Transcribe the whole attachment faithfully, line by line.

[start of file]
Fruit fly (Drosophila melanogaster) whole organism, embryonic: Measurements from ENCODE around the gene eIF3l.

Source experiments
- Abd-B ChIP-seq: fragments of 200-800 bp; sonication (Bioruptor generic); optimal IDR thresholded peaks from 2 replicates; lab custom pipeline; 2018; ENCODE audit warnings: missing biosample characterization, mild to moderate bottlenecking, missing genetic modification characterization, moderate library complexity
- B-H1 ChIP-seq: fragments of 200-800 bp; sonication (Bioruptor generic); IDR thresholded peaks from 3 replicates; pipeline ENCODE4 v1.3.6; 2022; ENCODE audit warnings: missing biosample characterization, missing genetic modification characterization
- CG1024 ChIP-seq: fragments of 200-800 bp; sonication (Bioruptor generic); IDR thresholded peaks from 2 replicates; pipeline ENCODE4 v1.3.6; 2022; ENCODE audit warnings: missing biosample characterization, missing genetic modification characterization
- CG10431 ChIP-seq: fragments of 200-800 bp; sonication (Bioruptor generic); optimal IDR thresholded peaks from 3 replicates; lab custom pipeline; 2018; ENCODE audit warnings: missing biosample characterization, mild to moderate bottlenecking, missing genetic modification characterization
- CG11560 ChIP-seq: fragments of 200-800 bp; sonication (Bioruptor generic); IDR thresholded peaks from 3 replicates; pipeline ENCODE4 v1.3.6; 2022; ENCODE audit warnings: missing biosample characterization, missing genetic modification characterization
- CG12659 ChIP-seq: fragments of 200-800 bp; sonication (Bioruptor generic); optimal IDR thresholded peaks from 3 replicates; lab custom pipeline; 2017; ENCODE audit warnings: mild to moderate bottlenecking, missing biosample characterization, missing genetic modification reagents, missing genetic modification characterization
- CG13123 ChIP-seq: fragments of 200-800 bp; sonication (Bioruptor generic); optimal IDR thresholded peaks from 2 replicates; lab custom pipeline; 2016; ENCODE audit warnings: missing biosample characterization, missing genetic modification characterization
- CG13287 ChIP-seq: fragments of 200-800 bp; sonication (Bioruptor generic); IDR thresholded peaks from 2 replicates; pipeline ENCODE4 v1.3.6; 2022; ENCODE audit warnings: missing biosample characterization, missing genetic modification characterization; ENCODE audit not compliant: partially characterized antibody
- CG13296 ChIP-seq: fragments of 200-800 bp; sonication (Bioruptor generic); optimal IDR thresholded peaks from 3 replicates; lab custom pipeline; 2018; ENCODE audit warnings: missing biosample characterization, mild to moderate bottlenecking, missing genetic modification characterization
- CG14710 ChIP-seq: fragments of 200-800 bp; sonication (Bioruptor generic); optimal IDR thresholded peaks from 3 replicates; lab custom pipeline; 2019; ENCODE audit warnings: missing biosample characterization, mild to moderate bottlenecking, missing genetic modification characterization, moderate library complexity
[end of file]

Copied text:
Fruit fly (Drosophila melanogaster) whole organism, embryonic: Measurements from ENCODE around the gene eIF3l.

Source experiments
- Abd-B ChIP-seq: fragments of 200-800 bp; sonication (Bioruptor generic); optimal IDR thresholded peaks from 2 replicates; lab custom pipeline; 2018; ENCODE audit warnings: missing biosample characterization, mild to moderate bottlenecking, missing genetic modification characterization, moderate library complexity
- B-H1 ChIP-seq: fragments of 200-800 bp; sonication (Bioruptor generic); IDR thresholded peaks from 3 replicates; pipeline ENCODE4 v1.3.6; 2022; ENCODE audit warnings: missing biosample characterization, missing genetic modification characterization
- CG1024 ChIP-seq: fragments of 200-800 bp; sonication (Bioruptor generic); IDR thresholded peaks from 2 replicates; pipeline ENCODE4 v1.3.6; 2022; ENCODE audit warnings: missing biosample characterization, missing genetic modification characterization
- CG10431 ChIP-seq: fragments of 200-800 bp; sonication (Bioruptor generic); optimal IDR thresholded peaks from 3 replicates; lab custom pipeline; 2018; ENCODE audit warnings: missing biosample characterization, mild to moderate bottlenecking, missing genetic modification characterization
- CG11560 ChIP-seq: fragments of 200-800 bp; sonication (Bioruptor generic); IDR thresholded peaks from 3 replicates; pipeline ENCODE4 v1.3.6; 2022; ENCODE audit warnings: missing biosample characterization, missing genetic modification characterization
- CG12659 ChIP-seq: fragments of 200-800 bp; sonication (Bioruptor generic); optimal IDR thresholded peaks from 3 replicates; lab custom pipeline; 2017; ENCODE audit warnings: mild to moderate bottlenecking, missing biosample characterization, missing genetic modification reagents, missing genetic modification characterization
- CG13123 ChIP-seq: fragments of 200-800 bp; sonication (Bioruptor generic); optimal IDR thresholded peaks from 2 replicates; lab custom pipeline; 2016; ENCODE audit warnings: missing biosample characterization, missing genetic modification characterization
- CG13287 ChIP-seq: fragments of 200-800 bp; sonication (Bioruptor generic); IDR thresholded peaks from 2 replicates; pipeline ENCODE4 v1.3.6; 2022; ENCODE audit warnings: missing biosample characterization, missing genetic modification characterization; ENCODE audit not compliant: partially characterized antibody
- CG13296 ChIP-seq: fragments of 200-800 bp; sonication (Bioruptor generic); optimal IDR thresholded peaks from 3 replicates; lab custom pipeline; 2018; ENCODE audit warnings: missing biosample characterization, mild to moderate bottlenecking, missing genetic modification characterization
- CG14710 ChIP-seq: fragments of 200-800 bp; sonication (Bioruptor generic); optimal IDR thresholded peaks from 3 replicates; lab custom pipeline; 2019; ENCODE audit warnings: missing biosample characterization, mild to moderate bottlenecking, missing genetic modification characterization, moderate library complexity